If the same class loader loads the JDBC drivers multiple times, then each subsequent MBean increments the value of the
l.hashCode() method, so as to create a unique name. It may be problematic to identify which MBean is associated with which JDBC driver instance.
If there is only one instance of the JDBC drivers loaded, then set the name to "*".
Programmatic enabling and disabling of logging helps you to control what parts of your application need to generate log output.
Enabling logging using either of the methods would only generate a minimal log of serious errors. Usually this is not of much use. To generate a more useful and detailed log, you must configure
To generate a useful and detailed log, you must configure
java.util.logging. This can be done either through a configuration file or programmatically.
A sample configuration file,
OracleLog.properties, is provided as part of the JDBC installation in the
demo directory. It contains basic information about how to configure
java.util.logging and provides some initial settings that you can start with. You may use this sample file as is, edit the file and use it, rename the file and edit it, or create an entirely new file of any name.
To use a configuration file, you must identify it to the Java run-time. This can be done by setting a system property. For example:
It is read by the
java.util.logging system. This file can reside anywhere.
You can use both
oracle.jdbc.Trace at the same time.
java -Djava.util.logging.config.file=/jdbc/demo/OracleLog.properties -Doracle.jdbc.Trace=true
You can use the default
OracleLog.properties file. It may or may not get you the desired output. You can also create and use your own configuration file by following these steps:
myConfig.properties. You can use any name you choose.
.level=SEVERE oracle.jdbc.level=INFO oracle.jdbc.handlers=java.util.logging.ConsoleHandler java.util.logging.ConsoleHandler.level=INFO java.util.logging.ConsoleHandler.formatter=java.util.logging.SimpleFormatter
java -Djava.util.logging.config.file=<filepath>/myConfig.properties ...
filepath is the path of the folder where you have saved the
If you use the settings specified in Step 2, then a huge amount of log output will be generated. Also, the log output will be displayed on the console.
You can also configure
java.util.logging to redirect the log output into a file. To do so, modify the configuration file as follows:
.level=SEVERE oracle.jdbc.level=INFO oracle.jdbc.handlers=java.util.logging.FileHandler java.util.logging.FileHandler.level=INFO java.util.logging.FileHandler.pattern=jdbc.log java.util.logging.FileHandler.count=1 java.util.logging.FileHandler.formatter=java.util.logging.SimpleFormatter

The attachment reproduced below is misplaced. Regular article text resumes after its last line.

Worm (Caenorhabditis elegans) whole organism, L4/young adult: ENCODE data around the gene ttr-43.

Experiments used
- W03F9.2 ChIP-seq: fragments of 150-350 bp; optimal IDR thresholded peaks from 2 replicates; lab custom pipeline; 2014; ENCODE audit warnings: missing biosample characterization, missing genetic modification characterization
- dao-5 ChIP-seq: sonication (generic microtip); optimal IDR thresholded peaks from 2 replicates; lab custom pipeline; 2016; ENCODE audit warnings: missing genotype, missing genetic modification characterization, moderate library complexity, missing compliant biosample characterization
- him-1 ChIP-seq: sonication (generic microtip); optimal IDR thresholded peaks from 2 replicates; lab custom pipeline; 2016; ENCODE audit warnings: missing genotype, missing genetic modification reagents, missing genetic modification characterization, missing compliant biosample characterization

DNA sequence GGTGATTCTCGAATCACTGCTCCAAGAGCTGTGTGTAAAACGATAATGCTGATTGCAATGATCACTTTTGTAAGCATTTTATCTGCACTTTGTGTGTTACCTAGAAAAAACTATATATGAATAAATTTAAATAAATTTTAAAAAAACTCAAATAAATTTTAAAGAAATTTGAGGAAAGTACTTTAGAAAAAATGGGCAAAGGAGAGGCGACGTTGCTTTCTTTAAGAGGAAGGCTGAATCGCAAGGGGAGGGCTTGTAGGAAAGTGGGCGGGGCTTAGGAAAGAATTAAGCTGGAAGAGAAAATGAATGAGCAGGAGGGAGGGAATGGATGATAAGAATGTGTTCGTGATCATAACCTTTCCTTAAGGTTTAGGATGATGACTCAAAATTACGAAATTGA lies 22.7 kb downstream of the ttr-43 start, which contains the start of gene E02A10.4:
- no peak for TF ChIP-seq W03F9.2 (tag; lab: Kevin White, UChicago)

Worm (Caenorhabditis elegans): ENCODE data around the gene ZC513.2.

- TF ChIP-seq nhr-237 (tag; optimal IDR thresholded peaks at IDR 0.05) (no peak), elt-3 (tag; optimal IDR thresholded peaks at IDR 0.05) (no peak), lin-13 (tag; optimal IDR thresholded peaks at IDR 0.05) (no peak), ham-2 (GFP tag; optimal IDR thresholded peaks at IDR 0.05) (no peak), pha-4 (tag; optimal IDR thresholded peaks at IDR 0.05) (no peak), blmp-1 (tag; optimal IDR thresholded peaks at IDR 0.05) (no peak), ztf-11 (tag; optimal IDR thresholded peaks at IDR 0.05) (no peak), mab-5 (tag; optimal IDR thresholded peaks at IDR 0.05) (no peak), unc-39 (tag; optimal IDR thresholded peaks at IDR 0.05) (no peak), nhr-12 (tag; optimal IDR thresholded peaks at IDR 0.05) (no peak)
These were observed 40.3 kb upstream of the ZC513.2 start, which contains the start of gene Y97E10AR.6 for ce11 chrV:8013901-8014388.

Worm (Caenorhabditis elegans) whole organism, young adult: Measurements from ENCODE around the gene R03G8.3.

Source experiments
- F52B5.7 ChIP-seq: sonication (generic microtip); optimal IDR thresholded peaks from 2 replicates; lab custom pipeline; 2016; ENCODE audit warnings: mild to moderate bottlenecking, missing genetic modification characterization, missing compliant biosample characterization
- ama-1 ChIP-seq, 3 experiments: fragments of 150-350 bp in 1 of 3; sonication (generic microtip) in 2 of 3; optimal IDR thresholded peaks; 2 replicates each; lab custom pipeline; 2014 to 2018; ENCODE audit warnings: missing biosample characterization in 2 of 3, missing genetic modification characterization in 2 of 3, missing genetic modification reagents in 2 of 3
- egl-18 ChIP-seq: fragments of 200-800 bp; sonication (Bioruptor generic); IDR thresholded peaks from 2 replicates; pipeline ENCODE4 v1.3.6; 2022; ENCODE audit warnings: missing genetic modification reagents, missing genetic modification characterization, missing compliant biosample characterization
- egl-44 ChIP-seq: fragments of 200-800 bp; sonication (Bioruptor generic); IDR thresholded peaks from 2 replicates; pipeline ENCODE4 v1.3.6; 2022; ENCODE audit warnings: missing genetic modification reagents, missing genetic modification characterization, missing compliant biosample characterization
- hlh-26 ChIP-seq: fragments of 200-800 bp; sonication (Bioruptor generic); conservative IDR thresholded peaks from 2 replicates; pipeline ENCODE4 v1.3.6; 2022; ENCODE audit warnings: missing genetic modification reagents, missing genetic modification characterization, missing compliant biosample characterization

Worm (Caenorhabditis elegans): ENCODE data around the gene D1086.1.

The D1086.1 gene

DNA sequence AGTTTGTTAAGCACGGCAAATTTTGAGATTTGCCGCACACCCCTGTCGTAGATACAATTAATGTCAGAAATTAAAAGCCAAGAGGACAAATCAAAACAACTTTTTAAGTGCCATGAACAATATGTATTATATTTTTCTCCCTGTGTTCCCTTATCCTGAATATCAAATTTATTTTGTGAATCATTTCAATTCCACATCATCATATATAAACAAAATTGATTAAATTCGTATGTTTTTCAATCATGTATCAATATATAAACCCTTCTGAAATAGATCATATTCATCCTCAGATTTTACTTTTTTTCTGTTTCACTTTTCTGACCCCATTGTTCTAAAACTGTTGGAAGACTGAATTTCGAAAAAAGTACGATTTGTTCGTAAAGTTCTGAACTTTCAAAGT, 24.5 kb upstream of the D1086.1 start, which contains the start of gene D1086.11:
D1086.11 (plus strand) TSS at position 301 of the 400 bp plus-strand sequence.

This will generate exactly the same log output and save it in a file named
jdbc.log in the current directory.
You can control the amount of detail by changing the level settings. The defined levels from the least detailed to the most detailed are the following:
Turns off logging.
Logs SQLExceptions and internal errors.
Logs SQLWarnings and bad but not fatal internal conditions.
Logs infrequent but significant events and errors. It produces a relatively low volume of log messages.
Logs SQL strings that are executed.
Logs the entry and exit to every public method providing a detailed trace of JDBC operations. It produces a fairly high volume of log messages.
Logs calls to internal methods.
Logs calls to high volume internal methods.
Logs all the details. This is the most detailed level of logging.
Levels more detailed than
FINE generate huge log volumes.
In the example provided earlier, to reduce the amount of detail, change the
java.util.logging.FileHandler.level setting from
INFO logs the SQL strings that are executed.
Although you can, it is not necessary to change the level of the
oracle.jdbc logger. Setting the
FileHandler level will control what log messages are dumped into the log file.
Setting the level reduces all the logging output from JDBC. However, sometimes you need a lot of output from one part of the code and very little from other parts. To do that you must understand more about loggers.
Loggers exist in a tree structure defined by their names. The root logger is named "", the empty string. If you look at the first line of the configuration file you see
.level=SEVERE. This is setting the level of the root logger. The next line is
oracle.jdbc.level=INFO. This sets the level of the logger named
oracle.jdbc logger is a member of the logger tree. Its parent is named
oracle. The parent of the